As spring’s crescendo of birdsong mellows now to a steadier summer trill, I listen for melodies I don’t recognize and try to figure out which birds are singing. I look through binoculars at their feathers, the color variations along head and chest, the size of their beaks, the shape of their wings, and the tilt of their tails in my flailing attempts to distinguish one species from another. Rarely have I considered feet in my casual observations, although this part of a bird’s anatomy can be highly specialized for various uses.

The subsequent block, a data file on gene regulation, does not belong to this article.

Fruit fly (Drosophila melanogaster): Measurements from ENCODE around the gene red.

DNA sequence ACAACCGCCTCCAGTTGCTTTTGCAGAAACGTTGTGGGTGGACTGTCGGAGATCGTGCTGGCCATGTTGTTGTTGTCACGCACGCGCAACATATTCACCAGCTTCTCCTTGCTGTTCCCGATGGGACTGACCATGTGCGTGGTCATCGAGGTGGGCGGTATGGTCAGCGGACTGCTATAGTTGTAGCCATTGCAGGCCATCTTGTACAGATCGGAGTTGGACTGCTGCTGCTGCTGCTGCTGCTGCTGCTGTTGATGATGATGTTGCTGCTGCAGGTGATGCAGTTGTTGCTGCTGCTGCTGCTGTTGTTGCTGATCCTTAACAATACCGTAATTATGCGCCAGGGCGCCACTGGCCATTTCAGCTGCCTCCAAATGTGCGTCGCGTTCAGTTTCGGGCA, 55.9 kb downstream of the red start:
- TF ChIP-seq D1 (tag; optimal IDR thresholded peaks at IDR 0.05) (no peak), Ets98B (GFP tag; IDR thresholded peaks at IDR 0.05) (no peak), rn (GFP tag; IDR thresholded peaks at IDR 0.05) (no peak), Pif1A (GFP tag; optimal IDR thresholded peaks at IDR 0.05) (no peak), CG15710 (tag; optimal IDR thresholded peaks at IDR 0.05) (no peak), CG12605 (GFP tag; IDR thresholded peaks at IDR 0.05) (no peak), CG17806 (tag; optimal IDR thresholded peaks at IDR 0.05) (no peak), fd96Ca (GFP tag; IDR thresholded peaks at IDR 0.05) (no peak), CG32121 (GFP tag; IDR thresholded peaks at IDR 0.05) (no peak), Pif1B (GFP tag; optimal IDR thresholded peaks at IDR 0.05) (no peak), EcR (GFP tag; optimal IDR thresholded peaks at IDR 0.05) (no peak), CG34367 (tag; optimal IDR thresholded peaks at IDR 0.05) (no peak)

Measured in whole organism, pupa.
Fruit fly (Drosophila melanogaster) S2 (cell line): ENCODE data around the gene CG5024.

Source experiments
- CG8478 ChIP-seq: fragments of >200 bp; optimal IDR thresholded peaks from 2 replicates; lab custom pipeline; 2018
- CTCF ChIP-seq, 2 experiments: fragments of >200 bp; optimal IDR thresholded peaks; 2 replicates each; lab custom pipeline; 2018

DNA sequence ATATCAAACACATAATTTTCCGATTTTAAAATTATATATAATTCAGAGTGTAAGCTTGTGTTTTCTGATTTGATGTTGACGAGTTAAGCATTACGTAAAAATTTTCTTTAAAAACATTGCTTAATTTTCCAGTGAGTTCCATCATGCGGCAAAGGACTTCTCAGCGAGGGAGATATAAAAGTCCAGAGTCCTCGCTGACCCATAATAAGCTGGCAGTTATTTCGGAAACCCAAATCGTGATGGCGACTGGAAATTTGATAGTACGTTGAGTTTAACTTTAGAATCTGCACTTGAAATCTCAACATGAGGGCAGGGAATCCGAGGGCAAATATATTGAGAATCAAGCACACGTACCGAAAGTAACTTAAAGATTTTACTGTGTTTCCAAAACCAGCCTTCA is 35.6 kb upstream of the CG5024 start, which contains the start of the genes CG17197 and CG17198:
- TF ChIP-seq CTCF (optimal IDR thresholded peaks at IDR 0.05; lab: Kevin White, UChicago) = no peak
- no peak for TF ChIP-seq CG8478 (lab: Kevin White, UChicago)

“When you look at the foot of a bird, they’re not all the same,” said Kevin McGowan of the Cornell Lab of Ornithology. “All the birds basically started off with three toes forward, one back. From that, they’ve evolved in a number of different ways for various reasons.”
Birds walk on those toes – not the entire foot. The backward-bending joint we may consider a knee is actually the birds’ ankle. The feet consist mainly of bones and tendons, with very little muscle and few blood vessels. » Continue Reading.